Патент USA US2108673код для вставки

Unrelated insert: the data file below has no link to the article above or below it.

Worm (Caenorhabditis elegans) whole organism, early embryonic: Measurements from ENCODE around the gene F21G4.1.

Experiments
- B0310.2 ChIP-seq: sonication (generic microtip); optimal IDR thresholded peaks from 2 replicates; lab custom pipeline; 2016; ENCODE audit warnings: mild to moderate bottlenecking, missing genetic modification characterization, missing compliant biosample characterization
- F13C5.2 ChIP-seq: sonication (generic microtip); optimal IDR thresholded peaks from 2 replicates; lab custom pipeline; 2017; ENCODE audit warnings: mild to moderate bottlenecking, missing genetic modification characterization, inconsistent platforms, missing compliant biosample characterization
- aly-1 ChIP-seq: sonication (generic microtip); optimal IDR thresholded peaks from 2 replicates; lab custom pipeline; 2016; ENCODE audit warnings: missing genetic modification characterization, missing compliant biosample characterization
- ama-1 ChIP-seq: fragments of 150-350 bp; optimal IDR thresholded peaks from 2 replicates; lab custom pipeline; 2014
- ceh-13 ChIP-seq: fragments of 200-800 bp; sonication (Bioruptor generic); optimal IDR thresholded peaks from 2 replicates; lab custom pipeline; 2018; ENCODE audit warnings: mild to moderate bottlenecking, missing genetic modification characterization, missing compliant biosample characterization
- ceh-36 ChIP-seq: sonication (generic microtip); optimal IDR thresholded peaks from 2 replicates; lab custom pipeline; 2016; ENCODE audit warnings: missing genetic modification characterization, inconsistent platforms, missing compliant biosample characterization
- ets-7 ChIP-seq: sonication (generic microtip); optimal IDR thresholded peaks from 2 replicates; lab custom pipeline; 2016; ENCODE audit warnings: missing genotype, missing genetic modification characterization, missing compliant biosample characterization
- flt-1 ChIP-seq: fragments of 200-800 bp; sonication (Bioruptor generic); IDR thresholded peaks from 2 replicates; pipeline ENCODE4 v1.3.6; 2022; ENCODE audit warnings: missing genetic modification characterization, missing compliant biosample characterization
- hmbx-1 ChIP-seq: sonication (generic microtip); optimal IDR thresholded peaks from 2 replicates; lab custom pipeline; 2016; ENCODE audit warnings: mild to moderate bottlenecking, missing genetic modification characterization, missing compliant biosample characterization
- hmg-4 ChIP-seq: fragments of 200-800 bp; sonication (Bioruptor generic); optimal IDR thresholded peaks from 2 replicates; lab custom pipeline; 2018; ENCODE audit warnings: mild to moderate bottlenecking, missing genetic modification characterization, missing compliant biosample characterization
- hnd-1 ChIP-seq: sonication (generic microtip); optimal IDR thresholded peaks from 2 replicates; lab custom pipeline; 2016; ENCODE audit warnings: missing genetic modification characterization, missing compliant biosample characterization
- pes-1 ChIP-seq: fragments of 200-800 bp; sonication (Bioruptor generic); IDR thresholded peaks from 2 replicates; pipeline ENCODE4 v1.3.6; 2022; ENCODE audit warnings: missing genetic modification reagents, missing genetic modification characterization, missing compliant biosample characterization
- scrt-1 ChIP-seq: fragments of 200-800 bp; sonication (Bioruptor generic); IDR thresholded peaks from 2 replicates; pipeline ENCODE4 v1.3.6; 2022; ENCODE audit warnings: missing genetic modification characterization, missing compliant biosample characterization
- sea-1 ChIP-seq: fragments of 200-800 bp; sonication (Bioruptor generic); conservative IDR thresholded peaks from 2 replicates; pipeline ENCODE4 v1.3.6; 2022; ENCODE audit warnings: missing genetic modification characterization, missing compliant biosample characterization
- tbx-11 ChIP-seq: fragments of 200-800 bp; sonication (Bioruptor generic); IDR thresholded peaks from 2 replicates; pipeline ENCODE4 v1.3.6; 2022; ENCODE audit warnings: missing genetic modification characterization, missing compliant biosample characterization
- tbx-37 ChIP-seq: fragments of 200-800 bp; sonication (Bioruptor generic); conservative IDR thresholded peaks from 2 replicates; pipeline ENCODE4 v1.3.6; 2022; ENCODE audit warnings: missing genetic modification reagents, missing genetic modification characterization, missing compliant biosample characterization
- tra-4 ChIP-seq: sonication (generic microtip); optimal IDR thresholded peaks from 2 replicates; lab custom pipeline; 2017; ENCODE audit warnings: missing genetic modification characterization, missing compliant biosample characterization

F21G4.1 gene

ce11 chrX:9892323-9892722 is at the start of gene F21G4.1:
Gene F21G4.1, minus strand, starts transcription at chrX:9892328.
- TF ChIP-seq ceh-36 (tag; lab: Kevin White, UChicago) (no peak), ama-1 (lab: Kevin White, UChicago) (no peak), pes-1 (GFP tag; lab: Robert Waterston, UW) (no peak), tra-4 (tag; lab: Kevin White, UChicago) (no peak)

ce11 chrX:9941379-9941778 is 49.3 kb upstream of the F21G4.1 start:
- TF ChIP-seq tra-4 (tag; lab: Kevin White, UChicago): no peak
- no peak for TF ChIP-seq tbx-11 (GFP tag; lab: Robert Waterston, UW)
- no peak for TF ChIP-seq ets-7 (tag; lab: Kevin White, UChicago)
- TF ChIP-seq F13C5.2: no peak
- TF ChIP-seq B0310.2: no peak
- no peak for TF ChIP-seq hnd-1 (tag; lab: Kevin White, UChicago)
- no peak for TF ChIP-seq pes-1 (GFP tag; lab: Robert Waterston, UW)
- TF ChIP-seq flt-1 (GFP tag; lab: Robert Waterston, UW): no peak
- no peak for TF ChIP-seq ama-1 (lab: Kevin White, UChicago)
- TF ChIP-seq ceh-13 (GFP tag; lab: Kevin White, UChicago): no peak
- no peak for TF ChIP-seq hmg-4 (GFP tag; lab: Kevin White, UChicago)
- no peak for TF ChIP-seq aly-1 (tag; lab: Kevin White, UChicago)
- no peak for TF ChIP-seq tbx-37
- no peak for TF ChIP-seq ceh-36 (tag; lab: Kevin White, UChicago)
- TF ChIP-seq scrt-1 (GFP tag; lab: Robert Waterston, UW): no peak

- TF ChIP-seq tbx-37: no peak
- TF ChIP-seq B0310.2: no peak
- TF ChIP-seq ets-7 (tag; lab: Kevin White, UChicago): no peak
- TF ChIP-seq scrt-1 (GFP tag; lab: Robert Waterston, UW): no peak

2,108,673 Patented Feb. 15, 1938 ‘UNITED STATES PATENT OFFICE 2,108,673 ' MANUFACTURE or RUBBER AND RUBBER mne ARTICLES Walter Kay, Bury, England, assignor to Kaysam Corporation of America, Dover, DeL, a corpora tion of Delaware No Drawing. Original application November 1, 1932, Serial No. 640,650. Divided and this ap plication July 6, 1935, Serial No. 30,169. Re newed June 2, 1937. In Great Britain Novem her 5, 1931 3 Claims. (01. 18-50) “ synthetic rubber” is intended to include rubbe " ‘ The invention of this application (a division of my copending application Serial No. 640,650, ?led November 1, 1932) relates to rubber or rub latex, whether concentrated or not and either natural or preserved or vulcanized or even pre ber-like compositions and to articles manufac- . agglomerated, or an aqueous dispersion of crude or vulcanized rubber (either reclaimed or virgin) , , applicable to the manufacture of such articles an aqueous dispersion manufactured by chemi 5 tured therefrom. The invention is particularly as rubber soles and heels, rubber bathing shoes, rubber boots and shoes of all kinds and rubber balls", rubber ?ooring such as tiles and mats and ' 10 motor car running boards, and in fact, to mold ed rubber goods in general, hollow or not. One object of the invention is to provide‘ an improved method of forming a sensitive mix con taining rubber latex capable of setting or gelling Another object is to pro , 15 without synaeresis. vide means for controlling the time of setting or gelling of such a mix. Yet another object is to provide a method whereby articles having parts differing widely in thickness may be manufac ” tured from a sensitive latex mix. - ‘ ' In proceeding in accordance with the present invention a stable mix is formed from an aque ous dispersion of natural or synthetic rubber with or without one or more ?llers, vulcanizing agents ' or other ingredients, and‘with or without added water, preferably in such a way that the mix has a total dry residue content of more than 60%. This mix is then rendered unstable by the addi tion of a setting agent. It is to be understood ,0 that the initial mix is stable in that it‘ can be kept under the same conditions as the disper _. sion itself without coagulation or setting taking - place, that is to say it can be kept at any ordinary temperature for an almost inde?nite period. When, however, the setting agent is added, the resultant mixture promptly becomes unstable, that is to say, it can no longer be kept inde?nitely, but if pouredinto an open shallow mold, for ex ample, it will set completely and irreversibly in 40 a longer or shorter time according to its composi tion and the temperature. An important feature of the invention consists, therefore, in pouring the resultant mixture into a mold immediately or almost immediately after the addition of the 45 setting agent. If desired, the mold may then be heated to cause the mixture to set. The mix ture may be kept for a few minutes before it is poured into the molds, but at the ordinary tem perature of the work-room in which the heating 50 of the molds is taking place the initial thickening or setting of the mixture begins straight away and in general the mixtureshould not be kept for more than ten minutes before it is poured into the molds. 55 . ' ‘The term “aqueous dispersion of natural or cal synthesis from such substances as isoprene, butadiene or their homologues, and other like dispersions. ' The quicker the actual setting, the better the 10 results, and it is one great advantage of the proc ess according to the invention that a very quick setting agent, or a, relatively large quantity of a setting agent, may be used without risk or pre mature setting. The better results of quick set 15 ting are due to two causes; on the one hand slow setting leads to the formation of a coarse and soft product, and on the other hand there is some tendency for the powders in the mix ture to settle out, so that the product is less homo 20 geneous if the setting is slow. Furthermore, speed in setting means that the formed bodies can be removed from the molds quickly and thus the amount of apparatus for a given output can be reduced. It is,'therefore, desirable either to 'use 25 a very quick setting agent or to use a relatively high proportion of' the setting agent. In‘ con junction with this it is desirable to use a highly concentrated dispersion having a dry residue content of about 70% or more, such I )r example 30 as the concentrated rubber latex sold under the registered trade-mark “Revertex.” As is well known '“Revertex” differs from other latices‘in that the preservative by which it is-kept un changed is a non-volatile alkali and not am 35 monia and’that it contains all the non-rubber serum solids originally present in the natural 1a tex. In such a, highly concentrated dispersion the rubber particles are very close together and, therefore, when the setting is quick a very good 40 tough product is obtained. The use of a highly concentrated latex also affords the great advan tage that, prior to the step of being worked into the latex, the various ingredients can be dis solved or suspended in adequate quantities of 45 water for the mixing to take place easily without the proportion of the dry residue to the whole being reduced to such an extent that the ?nal rubber product when set'would not be su?icient ly uniform for practical purposes. On the other 50 hand, it has been found that with the use, for example, of an unconcentrated latex or a latex of lower concentration, the added ingredients have either to be added dry or wetted with rela tively small quantities of water, in which case 55 2 . 2,108,673 there is a considerable tendency for coagulation to take place at least locally, or they must be added in such quantities of water as to render the whole mix s0 ?uid that‘the ?nal product is insu?iciently tough. In the manufacture of rubber soles or ?ooring open'shallow molds may be used and closed molds in the manufacture of rubber balls for example, while for the manufacture of open hollow articles, such as shoes, molds with cores -may be used. With the use of an uneoncentrated latex or a In the case,.for example, of. heels, 8.‘ cover may latex of concentration less than 60%, it is de be applied to an open moldin order to shape the sirable and often necessary to use a thickening bed on all sides. agent such as gum karaya solution or sodium In the manufacture of a molded rubber article 10 salicylate, so as to obtain satisfactory viscosity portions of diiferentthickness, the mold and to prevent settling out of the powder. The having may advantageously be subjected to differential term "coagulation" is used in this speci?cation heating, that is to say it may, at least initially, in its normal sense of involving practically im be heated to a greater extent at the thicker parts mediate separation of the serum from the rub of the article than at the thinner ones. For ex 15 ber, i. e. synaeresis, which separation does not ample, in the manufacture of a shoe, a mold may take place in the setting according to the inven be used in the form of a shell with a core and tion. may be placed initially in a shallow layer of hot Extensive researches have shown that the set water so that the heel is immersed and is sub ting agent may vary in its composition to a very lected to direct heating, while the upper is sub20 substantial extent. The setting appears to be jected only to heating by the steam rising from due to a change in the charge of the rubber par the water and by the heat transmitted by con ticles of the latex, which are normally negatively vection. If desired, such a mold may subsequent charged, 1. e. are anodic, but which. become posi ly be completely or substantially completely im tively charged through the addition of the set-' 25 ,ting agent. The essential characteristic which mersed in hot water. It is not necessary to heat the core by any direct heating,.and it is found a setting agent must possess, therefore, is 2'. ca that the mixture gels or sets completely satis pacity for providing an adequate quantity of pos factorily if only the shell is heated. The shell itively charged ions. While a number of exam of the mold may, of course, be made in two or ples of suitable setting agents is given below, the more parts which can be assembled around the 30 invention is not limited to these, and the suita core. In the exercise of this feature of the in bility of any substance or mixture of substances vention any sensitive latex mixture may be_used can easily be ascertained by a simple test made and the invention is not in this respect limited upon the dispersion in question which need not to the use of a mix that is rendered unstable only - for this purpose be compounded at all. 35 Examples of setting agents which may be used are ammonium salts, such as ammonium chlo ride, ammonium nitrate, ammonium carbonate, _ and ammonium acetate, which last it is neces sary to add in solution in order to prevent par 40 tial or local coagulation. All these setting agents should be used in combination with other sub stances, such particularly as zinc salts, for ex ample zinc carbonate. Again, certain zinc salts, such as zinc oleate, may be used alone. The 45 presence of zinc in the- mixture is desirabla'al just before it is poured into the mold. 15 ' ' 30 ' ,Small metal washers are frequently incorpo rated in rubber soles or heels. 10 , 35 In the manufac- - ture of these according to the invention, the washers may be placed on supports in open' molds and then the mixture may be poured in so that the washers become embedded in the ?nished 40 soles or heels. The washing following the setting may con veniently continue for some three .to four hours and is followed by drying. The drying is pref erably slow at ?rst, in order that the moisture 45 though not essential. Other bodies which‘act as setting agents under suitable conditions of _ inside the set bodies may escape and that distor concentration and temperature are certain salts tion may be avoided, and the temperature. may be increased slowly to.‘ about 50° C. and the of alkali earth metals or some acids such as acetic 50 acid. The setting agents mentioned above, total time taken may be as much as two days while rendering the mix unstable, do not serve to unless the process is acceleratedby the use of 50 an air blast or other means. The vulcanizing quickly in the cold unless they are added in preferably takes place at a temperature of from greater amounts than any proposed hitherto for 70 to 85° C. for one day. 55 the production of heat-sensitive latex mixtures. Considerable shrinkage of the mass, owing to 55 With a low proportion it is, therefore, desirable ' the loss of nearly all the water, takes place dur-. to heat the resultant mixtures to bring about ing the washing and drying and this must be quick setting. On the other hand, certain other allowed for, although there is no appreciable setting agents, such as a mixture of magnesium change in volume during the setting. oxide, trisodium phosphate ‘and ammonium chlo- ' In the. manufacture of shoes. the drying and ride, serve to set the mixture quickly and com vulcanization preferably takes place on lasts to pletely in the cold. ' ' which the articles are transferred after the wash It is important to note thatthe setting agent ing and any straps or the like can be placed in should preferably not be such as to increase the position before vulcanization and vulcanized on. 85 viscosity of the resultant mixture when added to to the shoes. the mix, because the mixture should be as ?uid By including in the mix an adequate quantity , as possible for pouring purposes. The use of of sulphur, with an appropriate quantity of an the setting agents set forth above does not in activator and an accelerator if desired, and by 70 stantaneously increase the viscosity of the mix vulcanizing, the product under such conditions as but actually decreases it. 70 are used for the vulcanization of ebonite or vul The bodies which are formed in the molds are canite, a ?nal product having much the hardness coherent but pliable and when set can easily be of ebonite may be made. ' lifted out of the molds and are then washed, A typical ,mix for use in the present process ' ' - ' 76 dried and vulcanized. consists of: bring about complete change of phase very 1 , ‘2,108,678 ' The concentrated latex sold under the trade- v 3 I claim: mark “Revertex”__________ __'__-grams.... 1300 . -1. In a process of making an article of rubber, Zinc carbonate__________________ .._do-___ 150 the steps comprising‘ mixing with concentrated, Sulphur or thickened aqueous dispersion of rubber con- ' ‘ ‘do ,30 Zinc diethyl dithiocarbamate _____ __do.___v Water_ - 10 ' taining magnesium oxide and trisodium phos a c c.-- 415- phate, ammonium chloride providing su'iiicient positively charged ions to cause irreversible set This mix is renderedunstable by the addition ' ting of the mix without synaeresis, casting the of 230 c. c. of a 30% ammonium nitrate solution, mix to a desired form, and maintaining the mix and the resultant mixture is poured into a mold. in-such form until it has set to a stable condition. 2. In a process of making an article of rubber, 10 In order to obtain, the quick setting which is so desirable, the mold should be heated to, for ex ample, 80 to,90° C. If, however, cold setting is desired, the proportion of theisetting agent should be increased, for example, by taking 380 c. c. of a 71% ammonium nitrate solution. the steps comprising mixing with an alkaline aqueous dispersion of rubber containing a vulcan izing agent, magnesium oxide, trisodium phos phate and a zinc compound, ammonium chloride providing su?iclent positively charged ions to cause irreversible setting of the mix without ' Another example is as follows: A mix is made consisting of‘: ' Grams Revertex __' _ ' ' synaeresis, casting the mix to the desired form, _ 1300 20 Lithopone (wetted out with 300 c. c. of water) ~ - Sulphur IZinc diethyl dithiocarbamate__.' ________ __ 300 30 10 50 This mix is rendered highly unstable by adding to every 100 ‘grs. of the mix 10 c. c. of a‘ 10% . solution .of ammonium chloride. ‘This mixture 30 sets in, the cold in a short time. In certain cases, where a suiliciently concen , trated dispersion is used, the setting agent may simply be added to the dispersion, and the ex pression “‘mix" is therefore to be read as includ , ing‘ a highly concentrated dispersion without any - other ingredients. to a stable condition has taken place, washing and drying the cast article, and subsequently vul Magnesium oxide (wetted out with 250 grs. of 2/n trisodium phosphate) __________ __ maintaining the mix in such form until setting canizing the same. ’ ' 3. Process of making an article of rubber. which comprises casting to the desired form a mixture containing an alkaline aqueous disper sion of rubber, a vulcanizing agent, a zinc com pound, magnesium oxide, trisodium phosphate, and ammonium chloride in an amount'su?icient to cause irreversible setting without synaere'sis, maintaining the shape of the mixture until such setting has occurred, washing and drying ‘the article, and subsequently vulcanizing the same. WALTER KAY.